in re: is GRIII on a tear
I guess this fool didn't have Craig James on speed dial?
There has been a lot of talk about the Alabama game and a likely loss. Frankly, I am sick of it.
So let's imagine the win instead. Suddenly, UM vaults to #1 in the country, and the path before the team becomes clear: win out (or even lose once) and play for the national championship.
Though it will undoubtedly be challenging, this team has a ton going for it:
- Lots of coaches have their "best" year in their second year, winning a national championship
- There are a ton of returning players, including amazing gamebreakers like Denard
- The Big Ten is down this year (Wisconsin/MSU with a new QB, OSU adjusting to a new coaching regime, and Penn State ... er)
Discuss. Or rather, let it sink in: WE ARE GOING TO BE #1 BABY!
Last week's hijinks have moved M up from 19th to 6th in the Fulmer Cup rankings! Although it would take a prodigious effort even to make it to #2, we are only one good felony charge away from sharing 3rd place.
Anyone know if Michigan has ever been this high in the Fulmer Cup standings before?
EDIT: link to Fulmer Cup explanation: http://www.sportsargumentwiki.com/index.php?title=Fulmer_Cup
Just got back from my private Michigan Stadium tour as a birthday gift. I HIGHLY recommend it, Bill Austin, gives the tours and they're definitely worth the $100. Absolutely amazing. Got to go into the skyboxes, suites, lockeroom and onto the field. Even got to see the Little Brown Jug and Heisman from Desmond.
Something that really alarmed me was the locker of Fitz Toussaint. It read #28 and the nameplate that would say his name was replaced with the blank they use for lockers not in use. (Pictured)
Upon seeing this, I went over to where #57 should've been for Frank Clark. The only #57 there was for Elliott Mealer. There wasn't even an empty locker between him and #58 Chris Bryant.
Not sure what this means, neither did Bill. Maybe the players have to earn their names (or in Clark's case, his locker) back into the locker room. You decide...
Also on on a sidenote, Drake Johnson will wear #29 and Sione Houma will wear #39.
Also here is what the B1G logos look like on the field now that they're finished. The B is not Blue, it is actually transparent and is green turf colored.
HOW BIG IS THE BIG TEN?
Inspired somewhat by the thread listing the official sizes of our own roster, I decided to embark on a little research and download every Big Ten roster and get some statistics on the size of the average Big Ten player by team.
Hopefully, the board finds this information entertaining, if nothing else. The intent here was to provide a little insight into how each teams stacks up with regards to size, and it may even speak to the general parameters of the Big Ten player. As I put together position-specific analysis, that might be more apparent.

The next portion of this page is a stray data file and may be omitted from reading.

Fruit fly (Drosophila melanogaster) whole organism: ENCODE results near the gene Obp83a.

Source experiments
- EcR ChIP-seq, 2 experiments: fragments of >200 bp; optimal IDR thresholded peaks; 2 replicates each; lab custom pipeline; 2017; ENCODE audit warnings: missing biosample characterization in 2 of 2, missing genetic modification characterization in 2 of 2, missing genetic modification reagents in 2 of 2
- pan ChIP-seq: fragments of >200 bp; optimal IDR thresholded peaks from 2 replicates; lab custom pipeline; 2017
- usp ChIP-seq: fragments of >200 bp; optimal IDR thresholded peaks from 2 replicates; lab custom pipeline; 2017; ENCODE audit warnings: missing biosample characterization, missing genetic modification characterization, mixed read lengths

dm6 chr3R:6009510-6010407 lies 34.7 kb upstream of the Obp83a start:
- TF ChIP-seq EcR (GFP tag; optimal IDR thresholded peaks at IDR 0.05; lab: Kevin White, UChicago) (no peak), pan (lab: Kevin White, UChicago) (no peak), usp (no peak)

I went to each team site and copied the roster into Excel, keeping names, positions, height and weight for the analysis. This first delve into the subject will address only height and weight for the entire roster, but I actually will produce some additional entries which will address offense and defensive by position and / or position group.
One interesting sidebar to this was a small analysis that I conducted earlier this afternoon based on a post that I made in a thread. I took the average sizes of the incoming freshmen and compared it to the average size of everyone in the same position on the Michigan roster. Those results are in Table 1 below.
Table 1 - Michigan Freshmen vs. Michigan Roster By Position
|POSITION||AVERAGE HEIGHT (INCHES)||AVERAGE WEIGHT|
SOME INTERESTING STUFF:
One of the most interesting things for me to come out of this – because I never really had thought about it before – was the relative lack of variation across teams for both height and weight. For example, in the Legends Division, Iowa and Minnesota average 74.2 inches, and Nebraska is the shortest at 73.8 inches. For weight in the Legends Division, Michigan State is the heaviest team on average at 240.6 pounds, and Northwestern is the lightest at 223.1 pounds. In the Leaders Division, Wisconsin is the tallest team and Indiana is the shortest, and Penn State is the heaviest whereas Indiana is the lightest, but in both cases, not by huge margins.
Now, within rosters, it's somewhat different - maximum and minimum heights are over 12 inches apart in most cases, and everywhere, weight within rosters varies dramatically, but this is typically because of what coaches want and where. When I do some position-specific stuff, I will see if I can dive into variation across teams at the same position to gain insight into what teams look for specifically.
Table 2 - Legends Division Height Summary Statistics
Table 3 - Legends Division Weight Summary Statistics
Table 4 - Leaders Division Height Summary Statistics
Table 5 - Leaders Division Weight Summary Statistics
I have all the data break things down by position, but I wanted to share this high-level overview of Big Ten "size" with the blog.